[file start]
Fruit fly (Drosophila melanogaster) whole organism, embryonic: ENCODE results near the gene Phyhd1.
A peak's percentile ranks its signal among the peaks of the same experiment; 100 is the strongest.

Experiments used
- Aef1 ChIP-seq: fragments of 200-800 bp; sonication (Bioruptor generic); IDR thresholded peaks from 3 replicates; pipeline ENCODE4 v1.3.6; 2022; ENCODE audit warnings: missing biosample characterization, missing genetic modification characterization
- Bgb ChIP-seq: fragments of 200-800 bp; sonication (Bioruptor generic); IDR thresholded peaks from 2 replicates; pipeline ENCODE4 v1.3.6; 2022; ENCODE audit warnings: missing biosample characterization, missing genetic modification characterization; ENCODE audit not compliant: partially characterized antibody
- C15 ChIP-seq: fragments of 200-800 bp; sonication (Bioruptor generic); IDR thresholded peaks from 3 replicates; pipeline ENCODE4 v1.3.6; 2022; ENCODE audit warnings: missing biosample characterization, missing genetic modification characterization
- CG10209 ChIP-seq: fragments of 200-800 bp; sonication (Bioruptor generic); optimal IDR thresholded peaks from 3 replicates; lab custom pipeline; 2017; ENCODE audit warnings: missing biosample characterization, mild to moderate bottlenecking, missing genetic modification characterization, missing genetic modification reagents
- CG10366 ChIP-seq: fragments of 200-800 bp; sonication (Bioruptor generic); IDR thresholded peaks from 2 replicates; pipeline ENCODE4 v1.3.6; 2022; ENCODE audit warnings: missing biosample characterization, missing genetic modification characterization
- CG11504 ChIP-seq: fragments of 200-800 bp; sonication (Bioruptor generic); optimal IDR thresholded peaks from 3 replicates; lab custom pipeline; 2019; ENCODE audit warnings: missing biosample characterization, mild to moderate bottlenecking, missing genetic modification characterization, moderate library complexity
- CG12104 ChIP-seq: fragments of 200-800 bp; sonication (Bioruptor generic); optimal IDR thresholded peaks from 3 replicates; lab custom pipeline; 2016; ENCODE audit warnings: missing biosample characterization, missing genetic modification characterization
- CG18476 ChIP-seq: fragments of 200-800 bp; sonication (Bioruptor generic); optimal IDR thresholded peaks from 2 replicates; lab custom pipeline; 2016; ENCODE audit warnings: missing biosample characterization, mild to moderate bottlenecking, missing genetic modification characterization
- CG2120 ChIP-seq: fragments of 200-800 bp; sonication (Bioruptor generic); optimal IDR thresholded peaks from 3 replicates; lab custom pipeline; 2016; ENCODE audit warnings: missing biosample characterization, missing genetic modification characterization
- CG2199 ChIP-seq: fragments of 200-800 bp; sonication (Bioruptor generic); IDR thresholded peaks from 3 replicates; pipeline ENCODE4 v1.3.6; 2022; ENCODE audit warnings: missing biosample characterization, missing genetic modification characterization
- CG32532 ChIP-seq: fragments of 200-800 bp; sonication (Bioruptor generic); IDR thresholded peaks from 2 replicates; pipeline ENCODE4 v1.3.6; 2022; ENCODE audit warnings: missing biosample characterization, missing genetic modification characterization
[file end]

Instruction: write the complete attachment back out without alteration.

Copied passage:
Fruit fly (Drosophila melanogaster) whole organism, embryonic: ENCODE results near the gene Phyhd1.
A peak's percentile ranks its signal among the peaks of the same experiment; 100 is the strongest.

Experiments used
- Aef1 ChIP-seq: fragments of 200-800 bp; sonication (Bioruptor generic); IDR thresholded peaks from 3 replicates; pipeline ENCODE4 v1.3.6; 2022; ENCODE audit warnings: missing biosample characterization, missing genetic modification characterization
- Bgb ChIP-seq: fragments of 200-800 bp; sonication (Bioruptor generic); IDR thresholded peaks from 2 replicates; pipeline ENCODE4 v1.3.6; 2022; ENCODE audit warnings: missing biosample characterization, missing genetic modification characterization; ENCODE audit not compliant: partially characterized antibody
- C15 ChIP-seq: fragments of 200-800 bp; sonication (Bioruptor generic); IDR thresholded peaks from 3 replicates; pipeline ENCODE4 v1.3.6; 2022; ENCODE audit warnings: missing biosample characterization, missing genetic modification characterization
- CG10209 ChIP-seq: fragments of 200-800 bp; sonication (Bioruptor generic); optimal IDR thresholded peaks from 3 replicates; lab custom pipeline; 2017; ENCODE audit warnings: missing biosample characterization, mild to moderate bottlenecking, missing genetic modification characterization, missing genetic modification reagents
- CG10366 ChIP-seq: fragments of 200-800 bp; sonication (Bioruptor generic); IDR thresholded peaks from 2 replicates; pipeline ENCODE4 v1.3.6; 2022; ENCODE audit warnings: missing biosample characterization, missing genetic modification characterization
- CG11504 ChIP-seq: fragments of 200-800 bp; sonication (Bioruptor generic); optimal IDR thresholded peaks from 3 replicates; lab custom pipeline; 2019; ENCODE audit warnings: missing biosample characterization, mild to moderate bottlenecking, missing genetic modification characterization, moderate library complexity
- CG12104 ChIP-seq: fragments of 200-800 bp; sonication (Bioruptor generic); optimal IDR thresholded peaks from 3 replicates; lab custom pipeline; 2016; ENCODE audit warnings: missing biosample characterization, missing genetic modification characterization
- CG18476 ChIP-seq: fragments of 200-800 bp; sonication (Bioruptor generic); optimal IDR thresholded peaks from 2 replicates; lab custom pipeline; 2016; ENCODE audit warnings: missing biosample characterization, mild to moderate bottlenecking, missing genetic modification characterization
- CG2120 ChIP-seq: fragments of 200-800 bp; sonication (Bioruptor generic); optimal IDR thresholded peaks from 3 replicates; lab custom pipeline; 2016; ENCODE audit warnings: missing biosample characterization, missing genetic modification characterization
- CG2199 ChIP-seq: fragments of 200-800 bp; sonication (Bioruptor generic); IDR thresholded peaks from 3 replicates; pipeline ENCODE4 v1.3.6; 2022; ENCODE audit warnings: missing biosample characterization, missing genetic modification characterization
- CG32532 ChIP-seq: fragments of 200-800 bp; sonication (Bioruptor generic); IDR thresholded peaks from 2 replicates; pipeline ENCODE4 v1.3.6; 2022; ENCODE audit warnings: missing biosample characterization, missing genetic modification characterization